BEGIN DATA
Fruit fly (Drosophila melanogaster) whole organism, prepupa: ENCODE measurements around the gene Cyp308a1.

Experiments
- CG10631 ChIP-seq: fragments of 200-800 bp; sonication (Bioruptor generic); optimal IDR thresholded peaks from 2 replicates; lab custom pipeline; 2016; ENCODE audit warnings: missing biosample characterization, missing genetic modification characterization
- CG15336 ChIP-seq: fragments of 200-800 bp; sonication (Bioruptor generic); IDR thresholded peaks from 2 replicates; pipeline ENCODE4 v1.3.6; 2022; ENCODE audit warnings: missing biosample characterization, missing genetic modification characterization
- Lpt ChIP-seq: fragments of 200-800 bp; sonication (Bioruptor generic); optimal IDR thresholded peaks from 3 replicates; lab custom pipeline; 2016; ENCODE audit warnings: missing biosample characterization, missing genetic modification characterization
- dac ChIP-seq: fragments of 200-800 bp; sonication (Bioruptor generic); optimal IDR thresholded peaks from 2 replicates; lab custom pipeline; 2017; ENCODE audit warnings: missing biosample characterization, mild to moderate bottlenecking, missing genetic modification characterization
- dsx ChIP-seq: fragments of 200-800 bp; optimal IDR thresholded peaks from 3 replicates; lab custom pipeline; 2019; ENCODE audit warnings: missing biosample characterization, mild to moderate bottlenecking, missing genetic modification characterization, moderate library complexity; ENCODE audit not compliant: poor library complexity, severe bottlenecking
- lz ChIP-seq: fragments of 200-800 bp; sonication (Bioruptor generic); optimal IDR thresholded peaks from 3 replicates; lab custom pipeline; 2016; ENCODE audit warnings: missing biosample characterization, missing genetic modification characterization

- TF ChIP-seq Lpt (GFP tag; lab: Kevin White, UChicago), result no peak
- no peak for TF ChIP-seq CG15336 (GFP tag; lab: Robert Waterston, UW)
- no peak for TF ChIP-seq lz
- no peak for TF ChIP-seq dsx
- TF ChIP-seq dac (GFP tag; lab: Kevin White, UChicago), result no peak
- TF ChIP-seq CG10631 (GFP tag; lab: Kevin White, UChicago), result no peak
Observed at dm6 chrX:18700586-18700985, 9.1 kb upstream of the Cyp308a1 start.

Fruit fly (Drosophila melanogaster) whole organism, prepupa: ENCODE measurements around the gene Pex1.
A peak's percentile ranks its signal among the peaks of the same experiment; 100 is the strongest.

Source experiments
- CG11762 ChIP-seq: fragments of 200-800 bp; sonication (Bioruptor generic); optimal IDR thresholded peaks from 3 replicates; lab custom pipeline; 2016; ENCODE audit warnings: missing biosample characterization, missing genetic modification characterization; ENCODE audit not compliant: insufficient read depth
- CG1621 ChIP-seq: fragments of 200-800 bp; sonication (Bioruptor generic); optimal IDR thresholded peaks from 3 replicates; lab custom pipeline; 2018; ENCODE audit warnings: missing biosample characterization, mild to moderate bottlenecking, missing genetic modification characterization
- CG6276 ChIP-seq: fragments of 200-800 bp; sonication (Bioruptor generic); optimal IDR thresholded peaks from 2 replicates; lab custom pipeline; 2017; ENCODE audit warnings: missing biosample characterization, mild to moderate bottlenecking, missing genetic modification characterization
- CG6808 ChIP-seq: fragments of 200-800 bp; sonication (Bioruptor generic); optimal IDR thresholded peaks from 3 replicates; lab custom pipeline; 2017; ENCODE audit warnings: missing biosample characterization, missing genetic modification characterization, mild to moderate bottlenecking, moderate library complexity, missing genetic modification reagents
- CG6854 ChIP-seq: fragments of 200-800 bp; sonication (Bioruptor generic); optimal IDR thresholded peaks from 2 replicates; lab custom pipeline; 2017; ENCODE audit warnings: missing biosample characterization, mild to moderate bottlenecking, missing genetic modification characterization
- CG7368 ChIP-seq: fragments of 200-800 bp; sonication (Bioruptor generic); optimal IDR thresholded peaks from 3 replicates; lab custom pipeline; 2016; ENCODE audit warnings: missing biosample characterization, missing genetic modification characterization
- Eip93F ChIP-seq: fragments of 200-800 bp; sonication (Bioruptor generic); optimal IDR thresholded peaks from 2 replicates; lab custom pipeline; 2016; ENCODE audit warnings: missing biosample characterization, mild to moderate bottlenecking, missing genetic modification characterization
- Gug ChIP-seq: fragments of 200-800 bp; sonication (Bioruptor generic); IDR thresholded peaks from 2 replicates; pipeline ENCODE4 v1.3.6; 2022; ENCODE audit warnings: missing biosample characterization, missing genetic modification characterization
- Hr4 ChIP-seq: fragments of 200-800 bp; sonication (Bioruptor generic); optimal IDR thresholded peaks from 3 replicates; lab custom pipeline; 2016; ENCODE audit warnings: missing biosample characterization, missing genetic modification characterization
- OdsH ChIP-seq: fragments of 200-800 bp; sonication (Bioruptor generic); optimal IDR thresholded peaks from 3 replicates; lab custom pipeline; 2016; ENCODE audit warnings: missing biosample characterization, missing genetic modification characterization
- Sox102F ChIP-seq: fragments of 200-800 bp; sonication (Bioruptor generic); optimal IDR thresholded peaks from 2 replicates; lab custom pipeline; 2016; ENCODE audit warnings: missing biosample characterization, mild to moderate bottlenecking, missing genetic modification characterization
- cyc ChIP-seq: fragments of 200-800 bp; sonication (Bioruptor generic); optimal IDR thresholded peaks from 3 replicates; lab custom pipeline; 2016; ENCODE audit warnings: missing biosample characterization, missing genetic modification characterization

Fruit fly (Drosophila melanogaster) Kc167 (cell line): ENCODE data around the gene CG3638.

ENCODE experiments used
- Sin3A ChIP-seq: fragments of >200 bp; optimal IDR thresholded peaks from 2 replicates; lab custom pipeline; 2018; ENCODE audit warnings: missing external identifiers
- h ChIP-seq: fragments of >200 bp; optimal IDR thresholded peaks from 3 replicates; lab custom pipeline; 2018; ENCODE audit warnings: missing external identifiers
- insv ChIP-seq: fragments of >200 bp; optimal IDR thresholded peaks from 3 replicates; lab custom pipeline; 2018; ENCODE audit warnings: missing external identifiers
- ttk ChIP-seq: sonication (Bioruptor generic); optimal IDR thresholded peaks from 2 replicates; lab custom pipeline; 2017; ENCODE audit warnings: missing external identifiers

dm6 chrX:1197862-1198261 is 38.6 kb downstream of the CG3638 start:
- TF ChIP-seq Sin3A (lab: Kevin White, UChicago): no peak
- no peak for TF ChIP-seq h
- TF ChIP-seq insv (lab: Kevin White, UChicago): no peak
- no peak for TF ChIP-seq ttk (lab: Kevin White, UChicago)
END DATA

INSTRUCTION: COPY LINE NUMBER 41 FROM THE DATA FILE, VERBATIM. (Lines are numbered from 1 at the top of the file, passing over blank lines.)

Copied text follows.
- no peak for TF ChIP-seq ttk (lab: Kevin White, UChicago)